The French invasion of Mexico.
--In the Washington
correspondence (June 17) of the New York Herald
, we find the subjoined allusion to the situation of affairs in Mexico
E. L. Plumb
, bearer of dispatches from Mexico
, arrived here on Saturday.
left the City of Mexico
on the 21st ult. and Vera Cruz
1st inst. He brings the ratified copies of the Postal Convention
and extradition treaty concluded with Mexico
in December last, the ratifications of which were exchanged in the City of Mexico
on the 20th ultimo.
The news of the defeat of the French
is fully confirmed.
forces were not, as has been stated, in greater number than the French
On the contrary, they were in less numbers, and a portion of them only had the advantage of entrenchments.
The fight was bravely contested on both sides, but in each of the three determined charges the French
were valiantly repulsed and forced to retire.
Since their retreat to Orizaba
forces have been closely hemmed in that place, but no attack upon them will probably be made until the disposition of the Emperor
It is still hoped he will withdraw his support from the reckless schemes of Saligny and Almonte
The policy of the Constitutional Government
thus far has been purely defensive, and no feeling of animosity has as yet been aroused against either the French
people or the Emperor
, but the hatred against Saligny and Almonte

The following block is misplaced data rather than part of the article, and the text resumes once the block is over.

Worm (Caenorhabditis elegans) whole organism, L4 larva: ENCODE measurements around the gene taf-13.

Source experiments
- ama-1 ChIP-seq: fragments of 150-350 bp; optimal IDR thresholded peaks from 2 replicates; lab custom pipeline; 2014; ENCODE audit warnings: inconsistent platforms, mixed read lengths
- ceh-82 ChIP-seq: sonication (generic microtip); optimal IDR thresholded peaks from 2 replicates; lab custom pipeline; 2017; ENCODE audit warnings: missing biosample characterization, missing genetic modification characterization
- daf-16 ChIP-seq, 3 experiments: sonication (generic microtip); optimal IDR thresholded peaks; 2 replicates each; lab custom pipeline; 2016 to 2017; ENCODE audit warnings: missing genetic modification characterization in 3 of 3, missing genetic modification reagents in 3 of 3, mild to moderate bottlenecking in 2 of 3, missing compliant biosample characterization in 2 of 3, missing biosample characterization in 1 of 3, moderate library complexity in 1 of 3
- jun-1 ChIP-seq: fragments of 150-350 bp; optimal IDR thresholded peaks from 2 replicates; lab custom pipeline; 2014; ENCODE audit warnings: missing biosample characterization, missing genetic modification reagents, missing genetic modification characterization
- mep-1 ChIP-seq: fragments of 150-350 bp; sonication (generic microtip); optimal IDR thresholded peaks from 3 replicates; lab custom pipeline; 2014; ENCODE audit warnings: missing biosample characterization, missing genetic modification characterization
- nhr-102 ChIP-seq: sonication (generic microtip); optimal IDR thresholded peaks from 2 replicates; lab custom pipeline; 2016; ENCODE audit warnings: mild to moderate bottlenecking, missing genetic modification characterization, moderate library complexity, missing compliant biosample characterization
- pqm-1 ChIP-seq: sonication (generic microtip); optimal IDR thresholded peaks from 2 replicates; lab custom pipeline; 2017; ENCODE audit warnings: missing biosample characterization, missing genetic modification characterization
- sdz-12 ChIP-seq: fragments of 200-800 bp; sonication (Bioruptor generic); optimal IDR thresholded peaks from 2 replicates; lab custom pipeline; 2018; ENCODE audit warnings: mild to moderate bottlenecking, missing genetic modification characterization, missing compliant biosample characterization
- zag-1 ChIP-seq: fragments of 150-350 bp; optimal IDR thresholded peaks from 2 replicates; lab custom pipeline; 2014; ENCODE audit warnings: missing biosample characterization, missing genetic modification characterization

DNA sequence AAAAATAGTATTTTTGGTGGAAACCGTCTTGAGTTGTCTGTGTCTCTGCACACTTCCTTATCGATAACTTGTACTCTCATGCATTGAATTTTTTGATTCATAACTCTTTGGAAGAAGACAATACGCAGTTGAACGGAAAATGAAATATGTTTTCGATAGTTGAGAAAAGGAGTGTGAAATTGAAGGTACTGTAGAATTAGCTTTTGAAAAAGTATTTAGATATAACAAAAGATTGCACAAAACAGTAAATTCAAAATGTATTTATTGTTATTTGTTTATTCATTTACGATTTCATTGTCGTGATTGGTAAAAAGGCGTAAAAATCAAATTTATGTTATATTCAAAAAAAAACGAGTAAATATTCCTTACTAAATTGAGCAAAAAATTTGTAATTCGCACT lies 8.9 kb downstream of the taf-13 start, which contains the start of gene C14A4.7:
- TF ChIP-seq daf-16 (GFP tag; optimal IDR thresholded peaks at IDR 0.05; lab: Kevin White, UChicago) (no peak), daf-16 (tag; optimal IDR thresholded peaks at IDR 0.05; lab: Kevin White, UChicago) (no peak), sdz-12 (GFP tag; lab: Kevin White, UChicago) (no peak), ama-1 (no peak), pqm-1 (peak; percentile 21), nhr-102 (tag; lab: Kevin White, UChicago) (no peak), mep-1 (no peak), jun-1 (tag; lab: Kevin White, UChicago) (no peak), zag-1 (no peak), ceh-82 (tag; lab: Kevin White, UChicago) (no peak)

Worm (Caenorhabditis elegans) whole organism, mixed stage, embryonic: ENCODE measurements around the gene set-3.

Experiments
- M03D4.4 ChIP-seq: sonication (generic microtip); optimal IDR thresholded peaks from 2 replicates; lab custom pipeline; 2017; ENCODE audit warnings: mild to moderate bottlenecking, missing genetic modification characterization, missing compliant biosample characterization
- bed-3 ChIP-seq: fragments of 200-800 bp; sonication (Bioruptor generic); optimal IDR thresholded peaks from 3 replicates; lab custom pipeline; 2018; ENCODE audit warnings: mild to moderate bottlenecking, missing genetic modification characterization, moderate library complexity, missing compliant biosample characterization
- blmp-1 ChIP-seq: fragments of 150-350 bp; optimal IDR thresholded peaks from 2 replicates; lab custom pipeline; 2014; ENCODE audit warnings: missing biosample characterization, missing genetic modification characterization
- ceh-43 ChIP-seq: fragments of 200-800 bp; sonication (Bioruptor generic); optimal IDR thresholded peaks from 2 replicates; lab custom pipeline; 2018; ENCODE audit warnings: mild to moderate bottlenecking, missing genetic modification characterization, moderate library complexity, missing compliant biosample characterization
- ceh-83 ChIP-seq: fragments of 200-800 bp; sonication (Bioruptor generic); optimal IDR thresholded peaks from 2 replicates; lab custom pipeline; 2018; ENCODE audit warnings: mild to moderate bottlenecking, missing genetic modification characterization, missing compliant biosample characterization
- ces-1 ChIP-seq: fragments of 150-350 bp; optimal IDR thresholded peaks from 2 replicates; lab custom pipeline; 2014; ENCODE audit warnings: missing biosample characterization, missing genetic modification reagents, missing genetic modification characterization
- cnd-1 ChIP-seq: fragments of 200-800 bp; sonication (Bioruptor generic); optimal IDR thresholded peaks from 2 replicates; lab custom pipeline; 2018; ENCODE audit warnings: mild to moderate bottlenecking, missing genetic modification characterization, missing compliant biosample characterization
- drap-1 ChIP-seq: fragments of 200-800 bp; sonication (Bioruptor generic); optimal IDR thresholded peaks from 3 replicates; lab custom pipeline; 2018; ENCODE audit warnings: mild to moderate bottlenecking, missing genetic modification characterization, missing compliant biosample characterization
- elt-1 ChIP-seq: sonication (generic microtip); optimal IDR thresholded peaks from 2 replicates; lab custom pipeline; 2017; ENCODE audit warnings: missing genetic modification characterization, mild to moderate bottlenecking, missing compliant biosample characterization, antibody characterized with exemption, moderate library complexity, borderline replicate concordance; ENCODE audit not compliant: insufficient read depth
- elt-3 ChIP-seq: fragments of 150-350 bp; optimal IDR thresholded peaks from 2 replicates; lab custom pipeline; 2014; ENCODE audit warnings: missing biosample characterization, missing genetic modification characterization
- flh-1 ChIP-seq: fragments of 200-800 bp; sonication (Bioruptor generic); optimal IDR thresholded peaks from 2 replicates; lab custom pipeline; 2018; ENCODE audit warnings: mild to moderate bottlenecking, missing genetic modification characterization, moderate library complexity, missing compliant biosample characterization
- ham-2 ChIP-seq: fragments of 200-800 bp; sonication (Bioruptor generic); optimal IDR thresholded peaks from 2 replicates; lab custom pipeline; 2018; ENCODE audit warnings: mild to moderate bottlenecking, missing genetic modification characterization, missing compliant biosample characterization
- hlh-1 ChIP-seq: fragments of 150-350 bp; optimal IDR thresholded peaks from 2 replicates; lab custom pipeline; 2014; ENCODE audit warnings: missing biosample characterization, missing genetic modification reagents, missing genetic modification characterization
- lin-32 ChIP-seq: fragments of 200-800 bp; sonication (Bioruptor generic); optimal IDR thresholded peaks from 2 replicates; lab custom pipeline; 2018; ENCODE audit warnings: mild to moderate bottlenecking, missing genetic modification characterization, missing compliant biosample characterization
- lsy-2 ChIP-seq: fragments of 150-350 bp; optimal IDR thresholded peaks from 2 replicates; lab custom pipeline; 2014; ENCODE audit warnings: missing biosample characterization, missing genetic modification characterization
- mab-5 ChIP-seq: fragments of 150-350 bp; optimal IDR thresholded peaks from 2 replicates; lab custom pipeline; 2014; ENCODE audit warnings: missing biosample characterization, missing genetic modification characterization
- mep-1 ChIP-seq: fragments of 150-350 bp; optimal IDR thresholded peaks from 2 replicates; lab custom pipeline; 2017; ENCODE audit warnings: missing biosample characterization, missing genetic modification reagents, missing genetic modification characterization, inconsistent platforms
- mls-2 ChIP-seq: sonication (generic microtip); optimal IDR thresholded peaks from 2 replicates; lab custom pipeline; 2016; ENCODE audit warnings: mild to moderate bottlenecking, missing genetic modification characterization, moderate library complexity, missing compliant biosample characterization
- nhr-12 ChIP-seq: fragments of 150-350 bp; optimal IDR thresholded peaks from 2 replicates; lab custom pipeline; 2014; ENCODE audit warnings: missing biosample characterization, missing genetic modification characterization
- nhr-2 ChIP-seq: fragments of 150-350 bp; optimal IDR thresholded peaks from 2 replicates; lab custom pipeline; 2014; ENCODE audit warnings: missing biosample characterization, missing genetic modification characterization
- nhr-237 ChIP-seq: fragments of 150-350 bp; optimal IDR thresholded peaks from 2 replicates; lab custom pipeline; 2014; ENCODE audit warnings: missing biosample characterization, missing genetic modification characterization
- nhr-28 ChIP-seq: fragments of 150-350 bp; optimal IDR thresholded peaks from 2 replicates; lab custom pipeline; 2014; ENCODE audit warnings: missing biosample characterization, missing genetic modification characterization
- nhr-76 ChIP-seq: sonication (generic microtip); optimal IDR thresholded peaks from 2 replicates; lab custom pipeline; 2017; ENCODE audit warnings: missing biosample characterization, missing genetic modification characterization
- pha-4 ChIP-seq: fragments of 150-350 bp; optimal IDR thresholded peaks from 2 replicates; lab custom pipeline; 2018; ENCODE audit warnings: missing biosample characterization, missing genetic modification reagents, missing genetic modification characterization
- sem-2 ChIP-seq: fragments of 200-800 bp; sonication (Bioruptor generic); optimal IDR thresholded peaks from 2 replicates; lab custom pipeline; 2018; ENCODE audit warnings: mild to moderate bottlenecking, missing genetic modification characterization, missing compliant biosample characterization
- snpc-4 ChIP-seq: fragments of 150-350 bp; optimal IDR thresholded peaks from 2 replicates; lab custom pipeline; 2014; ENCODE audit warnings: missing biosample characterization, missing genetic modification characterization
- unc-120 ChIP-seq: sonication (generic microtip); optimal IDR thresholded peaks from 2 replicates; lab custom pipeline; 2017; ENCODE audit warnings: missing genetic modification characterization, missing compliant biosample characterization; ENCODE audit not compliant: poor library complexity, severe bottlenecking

and their partisans is intense.
The above, it must be remembered, is a Yankee version of affairs.
Whatever of truth or falsehood there is in it, time will develop; still, our opinion is that Napoleon
knows what he is about.
By way of showing the view taken in the United States
of this Mexican
imbroglio, we copy the closing paragraph of along editorial in the same number of the Herald,
headed ‘"The Gordian Knot of Napoleon
But whatever course the Emperor
of the French
may take, it now becomes the solemn duty of the President
of the United States
and of his Secretary of State
to issue a strong manifesto against any further steps on the part of France
to carry out its schemes of Mexican
Let our ancient friend and ally have fair warning; for there is nothing surer written in the book of fate than that the people of the United States
will never permit the conquest of Mexico
by any European
persists in the attempt, it will assuredly result in his downfall and the ruin of his dynasty.
After hearing of the threat implied in this paragraph, will not Napoleon
hide his diminished head, and leave Mexico
to work out her own destiny as best she can?